As antisemitic intimidation, harassment, and violence rise on university campuses in the U.S. and Europe, American Jewish Committee (AJC) joined European and American Jewish community leaders and government officials for the third annual European Conference on Antisemitism, to assess the threat to Jewish students and civic order, and urge comprehensive action by campus administrators.

In an opening panel discussion entitled, “Antisemitism as the ‘new normal?’ Addressing rising antisemitism effectively at universities and on social media,” AJC Chief Policy and Political Affairs Officer Jason Isaacson spoke of universities’ obligation to enforce campus codes of conduct, review curricular materials and teaching methods to assure an accurate representation of the Israeli-Palestinian conflict and the Jewish people’s historic connection to their native land, and provide course offerings and other activities that celebrate Jewish heritage.

Isaacson praised the U.S. government’s increased attention to the fight against antisemitism, noting last year’s publication by the White House of the National Strategy to Counter Antisemitism and last week’s U.S. House of Representatives adoption, by an overwhelming bipartisan majority, of the Antisemitism Awareness Act. He pointed out the U.S. Department of Education's efforts to coordinate action against antisemitism in academia, and the adoption by state and local governments of the International Holocaust Remembrance Alliance’s Working Definition of Antisemitism.

Joining Isaacson in the panel discussion were Amb. Deborah Lipstadt, U.S. Special Envoy to Monitor and Combat Antisemitism; Katharina von Schnurbein, EU Coordinator on Combating Antisemitism and Fostering Jewish Life; President Ariel Muzicant of the European Jewish Congress; Ken Weinstein, President Emeritus of the Hudson Institute; and Edel Malowicki, of the Austrian Integration Fund.

AJC Director of International Jewish Affairs Rabbi Andrew Baker, who also serves as Personal Representative of the OSCE Chair-in-Office on Combating Anti-Semitism, addressed the conference on Monday afternoon, noting, “We have been forced to acknowledge that today we face a level of antisemitism here in Europe and in America that we have not seen since the OSCE first took up the challenge,” Baker went on to explain that “we have also placed our hopes in a younger generation, firm in our belief that education is the key to reducing prejudice and discrimination and promoting tolerance. Thus, it is particularly dispiriting that the current problems with antisemitism seem most acute on university campuses and among young adults.”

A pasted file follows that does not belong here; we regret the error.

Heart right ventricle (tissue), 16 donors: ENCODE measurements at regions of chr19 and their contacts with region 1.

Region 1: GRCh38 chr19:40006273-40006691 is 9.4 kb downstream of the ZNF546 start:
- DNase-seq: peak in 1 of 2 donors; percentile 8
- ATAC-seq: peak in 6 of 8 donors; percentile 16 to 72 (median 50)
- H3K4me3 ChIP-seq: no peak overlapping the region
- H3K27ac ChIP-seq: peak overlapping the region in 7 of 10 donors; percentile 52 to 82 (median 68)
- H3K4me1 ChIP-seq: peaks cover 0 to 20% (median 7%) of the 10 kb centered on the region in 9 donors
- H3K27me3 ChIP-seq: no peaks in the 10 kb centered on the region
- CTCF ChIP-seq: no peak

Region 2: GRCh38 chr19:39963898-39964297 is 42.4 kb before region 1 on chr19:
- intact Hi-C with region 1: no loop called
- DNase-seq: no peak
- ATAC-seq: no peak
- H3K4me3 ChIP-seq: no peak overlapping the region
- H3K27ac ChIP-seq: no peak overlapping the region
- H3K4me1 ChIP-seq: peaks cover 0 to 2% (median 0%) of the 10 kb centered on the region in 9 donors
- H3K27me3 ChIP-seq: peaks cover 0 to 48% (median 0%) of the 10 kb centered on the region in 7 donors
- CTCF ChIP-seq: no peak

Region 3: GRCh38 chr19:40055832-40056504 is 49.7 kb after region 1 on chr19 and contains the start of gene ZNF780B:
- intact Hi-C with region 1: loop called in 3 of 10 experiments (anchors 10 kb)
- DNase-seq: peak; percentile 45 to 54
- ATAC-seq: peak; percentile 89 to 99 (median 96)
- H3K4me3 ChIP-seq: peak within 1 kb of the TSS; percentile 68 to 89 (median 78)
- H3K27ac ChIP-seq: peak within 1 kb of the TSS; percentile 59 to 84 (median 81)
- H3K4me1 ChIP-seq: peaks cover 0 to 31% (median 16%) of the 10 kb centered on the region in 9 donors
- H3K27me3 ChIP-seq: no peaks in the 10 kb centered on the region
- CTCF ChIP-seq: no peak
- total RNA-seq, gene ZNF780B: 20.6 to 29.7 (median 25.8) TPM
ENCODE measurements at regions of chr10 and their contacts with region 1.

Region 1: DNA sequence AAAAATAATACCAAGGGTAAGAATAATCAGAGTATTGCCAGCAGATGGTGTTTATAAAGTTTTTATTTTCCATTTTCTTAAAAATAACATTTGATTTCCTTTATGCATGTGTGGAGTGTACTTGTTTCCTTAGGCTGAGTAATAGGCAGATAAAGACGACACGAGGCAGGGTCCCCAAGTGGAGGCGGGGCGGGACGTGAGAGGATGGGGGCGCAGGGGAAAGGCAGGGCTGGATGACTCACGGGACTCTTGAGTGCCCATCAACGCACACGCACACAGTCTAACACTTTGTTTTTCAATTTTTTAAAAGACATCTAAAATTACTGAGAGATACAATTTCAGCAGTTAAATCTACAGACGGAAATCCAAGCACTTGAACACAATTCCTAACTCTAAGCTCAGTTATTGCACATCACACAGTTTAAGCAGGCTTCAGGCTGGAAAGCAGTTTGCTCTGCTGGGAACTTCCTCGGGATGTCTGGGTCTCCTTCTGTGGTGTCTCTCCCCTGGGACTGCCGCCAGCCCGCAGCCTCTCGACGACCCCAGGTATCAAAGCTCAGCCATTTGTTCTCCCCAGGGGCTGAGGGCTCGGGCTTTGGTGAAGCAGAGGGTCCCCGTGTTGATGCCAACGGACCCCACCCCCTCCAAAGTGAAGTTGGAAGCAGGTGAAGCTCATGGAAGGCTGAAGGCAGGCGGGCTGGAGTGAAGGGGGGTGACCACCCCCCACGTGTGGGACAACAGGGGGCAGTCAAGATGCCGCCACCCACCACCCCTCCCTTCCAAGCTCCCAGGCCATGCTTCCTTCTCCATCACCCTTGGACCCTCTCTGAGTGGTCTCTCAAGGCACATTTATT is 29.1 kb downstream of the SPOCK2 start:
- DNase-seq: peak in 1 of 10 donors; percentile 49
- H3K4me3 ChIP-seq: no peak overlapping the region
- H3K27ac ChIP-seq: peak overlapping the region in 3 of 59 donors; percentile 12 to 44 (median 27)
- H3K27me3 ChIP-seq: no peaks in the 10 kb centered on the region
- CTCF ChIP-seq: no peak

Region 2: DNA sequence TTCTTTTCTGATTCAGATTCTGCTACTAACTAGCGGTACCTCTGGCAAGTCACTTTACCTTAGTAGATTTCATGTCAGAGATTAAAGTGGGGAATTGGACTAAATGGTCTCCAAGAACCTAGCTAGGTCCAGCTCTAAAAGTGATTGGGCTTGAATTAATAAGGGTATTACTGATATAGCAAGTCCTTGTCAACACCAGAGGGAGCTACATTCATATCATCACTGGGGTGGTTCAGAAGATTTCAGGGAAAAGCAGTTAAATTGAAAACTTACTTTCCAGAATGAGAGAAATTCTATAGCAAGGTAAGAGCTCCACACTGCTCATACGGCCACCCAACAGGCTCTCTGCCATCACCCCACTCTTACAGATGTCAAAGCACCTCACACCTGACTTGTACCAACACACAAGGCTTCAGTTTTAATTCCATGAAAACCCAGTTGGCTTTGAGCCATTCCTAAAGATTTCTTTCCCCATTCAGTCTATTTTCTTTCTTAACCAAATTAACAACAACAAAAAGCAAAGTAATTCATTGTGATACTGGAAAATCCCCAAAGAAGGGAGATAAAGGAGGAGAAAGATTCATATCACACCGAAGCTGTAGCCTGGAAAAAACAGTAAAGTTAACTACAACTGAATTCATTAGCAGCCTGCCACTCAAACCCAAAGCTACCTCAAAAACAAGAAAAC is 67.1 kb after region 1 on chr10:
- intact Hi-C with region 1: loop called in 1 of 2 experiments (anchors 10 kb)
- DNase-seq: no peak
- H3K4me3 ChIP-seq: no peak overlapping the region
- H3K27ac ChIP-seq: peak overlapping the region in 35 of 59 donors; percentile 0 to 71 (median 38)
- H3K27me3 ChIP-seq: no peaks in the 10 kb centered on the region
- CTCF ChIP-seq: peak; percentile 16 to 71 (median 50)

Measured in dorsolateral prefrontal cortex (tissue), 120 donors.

But with this lamentation, Baker also offered ways in which officials in the U.S. and Europe can take action to combat this rise in antisemitism, calling for leaders to loudly and swiftly condemn antisemitic incidents whenever and wherever they occur, to recognize and address the security needs of Jewish communities, to collect data on hate crime incidents to identify where and when they happen, to promote education about Jews that explores contributions to national heritage and culture and does not only focus on the Holocaust antisemitism, to promote interfaith dialogue, and to employ tools like the IHRA definition to better recognize antisemitism in all of its forms. 

Isaacson and Baker were also joined by Dr. Remko Leemhuis, Director of AJC Berlin, who represented AJC Europe at the conference.


AJC is the global advocacy organization for the Jewish people. With headquarters in New York, 25 regional offices across the United States, 15 overseas posts, as well as partnerships with 38 Jewish community organizations worldwide, AJC’s mission is to enhance the well-being of the Jewish people and Israel and to advance human rights and democratic values in the United States and around the world. For more, please visit


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